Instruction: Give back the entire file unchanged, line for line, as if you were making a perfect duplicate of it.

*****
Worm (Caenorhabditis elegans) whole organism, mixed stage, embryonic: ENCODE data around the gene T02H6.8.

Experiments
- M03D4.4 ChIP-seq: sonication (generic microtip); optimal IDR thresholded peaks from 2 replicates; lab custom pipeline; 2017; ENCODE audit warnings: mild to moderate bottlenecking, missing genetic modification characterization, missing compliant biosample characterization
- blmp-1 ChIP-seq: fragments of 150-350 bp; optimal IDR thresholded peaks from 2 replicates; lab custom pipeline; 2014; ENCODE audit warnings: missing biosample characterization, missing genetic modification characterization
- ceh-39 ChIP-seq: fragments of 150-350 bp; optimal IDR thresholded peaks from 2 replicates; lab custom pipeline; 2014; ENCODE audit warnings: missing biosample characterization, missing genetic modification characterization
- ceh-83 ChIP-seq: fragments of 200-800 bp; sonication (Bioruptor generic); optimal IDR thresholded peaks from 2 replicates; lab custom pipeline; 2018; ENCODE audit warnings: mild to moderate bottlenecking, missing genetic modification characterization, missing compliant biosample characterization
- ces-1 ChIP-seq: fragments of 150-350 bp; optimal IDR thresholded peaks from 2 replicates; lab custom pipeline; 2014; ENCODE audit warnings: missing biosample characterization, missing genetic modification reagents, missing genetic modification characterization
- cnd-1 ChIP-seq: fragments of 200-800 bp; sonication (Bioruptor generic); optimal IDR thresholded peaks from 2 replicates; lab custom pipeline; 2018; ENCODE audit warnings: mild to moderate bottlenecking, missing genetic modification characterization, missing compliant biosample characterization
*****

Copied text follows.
Worm (Caenorhabditis elegans) whole organism, mixed stage, embryonic: ENCODE data around the gene T02H6.8.

Experiments
- M03D4.4 ChIP-seq: sonication (generic microtip); optimal IDR thresholded peaks from 2 replicates; lab custom pipeline; 2017; ENCODE audit warnings: mild to moderate bottlenecking, missing genetic modification characterization, missing compliant biosample characterization
- blmp-1 ChIP-seq: fragments of 150-350 bp; optimal IDR thresholded peaks from 2 replicates; lab custom pipeline; 2014; ENCODE audit warnings: missing biosample characterization, missing genetic modification characterization
- ceh-39 ChIP-seq: fragments of 150-350 bp; optimal IDR thresholded peaks from 2 replicates; lab custom pipeline; 2014; ENCODE audit warnings: missing biosample characterization, missing genetic modification characterization
- ceh-83 ChIP-seq: fragments of 200-800 bp; sonication (Bioruptor generic); optimal IDR thresholded peaks from 2 replicates; lab custom pipeline; 2018; ENCODE audit warnings: mild to moderate bottlenecking, missing genetic modification characterization, missing compliant biosample characterization
- ces-1 ChIP-seq: fragments of 150-350 bp; optimal IDR thresholded peaks from 2 replicates; lab custom pipeline; 2014; ENCODE audit warnings: missing biosample characterization, missing genetic modification reagents, missing genetic modification characterization
- cnd-1 ChIP-seq: fragments of 200-800 bp; sonication (Bioruptor generic); optimal IDR thresholded peaks from 2 replicates; lab custom pipeline; 2018; ENCODE audit warnings: mild to moderate bottlenecking, missing genetic modification characterization, missing compliant biosample characterization